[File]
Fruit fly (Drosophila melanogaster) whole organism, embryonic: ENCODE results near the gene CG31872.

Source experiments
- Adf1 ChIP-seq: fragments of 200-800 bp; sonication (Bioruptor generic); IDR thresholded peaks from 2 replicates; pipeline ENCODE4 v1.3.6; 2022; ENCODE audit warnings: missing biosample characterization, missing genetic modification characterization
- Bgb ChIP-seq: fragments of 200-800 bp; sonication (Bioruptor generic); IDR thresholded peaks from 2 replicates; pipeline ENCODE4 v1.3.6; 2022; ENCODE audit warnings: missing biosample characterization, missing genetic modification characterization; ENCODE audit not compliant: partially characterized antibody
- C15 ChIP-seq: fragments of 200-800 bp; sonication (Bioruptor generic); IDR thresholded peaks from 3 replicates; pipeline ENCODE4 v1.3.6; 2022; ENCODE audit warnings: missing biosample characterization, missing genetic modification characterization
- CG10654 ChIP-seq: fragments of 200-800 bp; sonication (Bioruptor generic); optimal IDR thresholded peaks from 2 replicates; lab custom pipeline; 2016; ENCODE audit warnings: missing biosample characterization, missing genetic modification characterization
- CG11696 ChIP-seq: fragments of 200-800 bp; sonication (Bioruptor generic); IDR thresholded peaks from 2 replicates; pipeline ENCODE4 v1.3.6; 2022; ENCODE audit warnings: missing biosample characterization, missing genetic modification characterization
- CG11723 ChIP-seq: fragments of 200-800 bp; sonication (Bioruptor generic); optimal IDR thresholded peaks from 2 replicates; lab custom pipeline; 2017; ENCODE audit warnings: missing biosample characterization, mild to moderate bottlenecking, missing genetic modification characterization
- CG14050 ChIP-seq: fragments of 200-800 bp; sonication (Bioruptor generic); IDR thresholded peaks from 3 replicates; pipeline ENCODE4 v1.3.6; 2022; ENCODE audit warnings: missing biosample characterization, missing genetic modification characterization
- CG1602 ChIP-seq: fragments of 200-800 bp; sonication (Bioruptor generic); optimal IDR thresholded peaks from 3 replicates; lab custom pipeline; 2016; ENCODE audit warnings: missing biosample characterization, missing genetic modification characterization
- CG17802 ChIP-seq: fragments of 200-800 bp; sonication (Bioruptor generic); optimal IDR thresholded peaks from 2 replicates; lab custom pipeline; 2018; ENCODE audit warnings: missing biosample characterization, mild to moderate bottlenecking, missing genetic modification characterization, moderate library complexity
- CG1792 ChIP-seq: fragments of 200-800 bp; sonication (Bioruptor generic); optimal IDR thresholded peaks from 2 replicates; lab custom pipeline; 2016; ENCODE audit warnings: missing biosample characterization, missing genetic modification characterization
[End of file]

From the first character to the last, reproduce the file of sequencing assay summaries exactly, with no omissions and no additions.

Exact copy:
Fruit fly (Drosophila melanogaster) whole organism, embryonic: ENCODE results near the gene CG31872.

Source experiments
- Adf1 ChIP-seq: fragments of 200-800 bp; sonication (Bioruptor generic); IDR thresholded peaks from 2 replicates; pipeline ENCODE4 v1.3.6; 2022; ENCODE audit warnings: missing biosample characterization, missing genetic modification characterization
- Bgb ChIP-seq: fragments of 200-800 bp; sonication (Bioruptor generic); IDR thresholded peaks from 2 replicates; pipeline ENCODE4 v1.3.6; 2022; ENCODE audit warnings: missing biosample characterization, missing genetic modification characterization; ENCODE audit not compliant: partially characterized antibody
- C15 ChIP-seq: fragments of 200-800 bp; sonication (Bioruptor generic); IDR thresholded peaks from 3 replicates; pipeline ENCODE4 v1.3.6; 2022; ENCODE audit warnings: missing biosample characterization, missing genetic modification characterization
- CG10654 ChIP-seq: fragments of 200-800 bp; sonication (Bioruptor generic); optimal IDR thresholded peaks from 2 replicates; lab custom pipeline; 2016; ENCODE audit warnings: missing biosample characterization, missing genetic modification characterization
- CG11696 ChIP-seq: fragments of 200-800 bp; sonication (Bioruptor generic); IDR thresholded peaks from 2 replicates; pipeline ENCODE4 v1.3.6; 2022; ENCODE audit warnings: missing biosample characterization, missing genetic modification characterization
- CG11723 ChIP-seq: fragments of 200-800 bp; sonication (Bioruptor generic); optimal IDR thresholded peaks from 2 replicates; lab custom pipeline; 2017; ENCODE audit warnings: missing biosample characterization, mild to moderate bottlenecking, missing genetic modification characterization
- CG14050 ChIP-seq: fragments of 200-800 bp; sonication (Bioruptor generic); IDR thresholded peaks from 3 replicates; pipeline ENCODE4 v1.3.6; 2022; ENCODE audit warnings: missing biosample characterization, missing genetic modification characterization
- CG1602 ChIP-seq: fragments of 200-800 bp; sonication (Bioruptor generic); optimal IDR thresholded peaks from 3 replicates; lab custom pipeline; 2016; ENCODE audit warnings: missing biosample characterization, missing genetic modification characterization
- CG17802 ChIP-seq: fragments of 200-800 bp; sonication (Bioruptor generic); optimal IDR thresholded peaks from 2 replicates; lab custom pipeline; 2018; ENCODE audit warnings: missing biosample characterization, mild to moderate bottlenecking, missing genetic modification characterization, moderate library complexity
- CG1792 ChIP-seq: fragments of 200-800 bp; sonication (Bioruptor generic); optimal IDR thresholded peaks from 2 replicates; lab custom pipeline; 2016; ENCODE audit warnings: missing biosample characterization, missing genetic modification characterization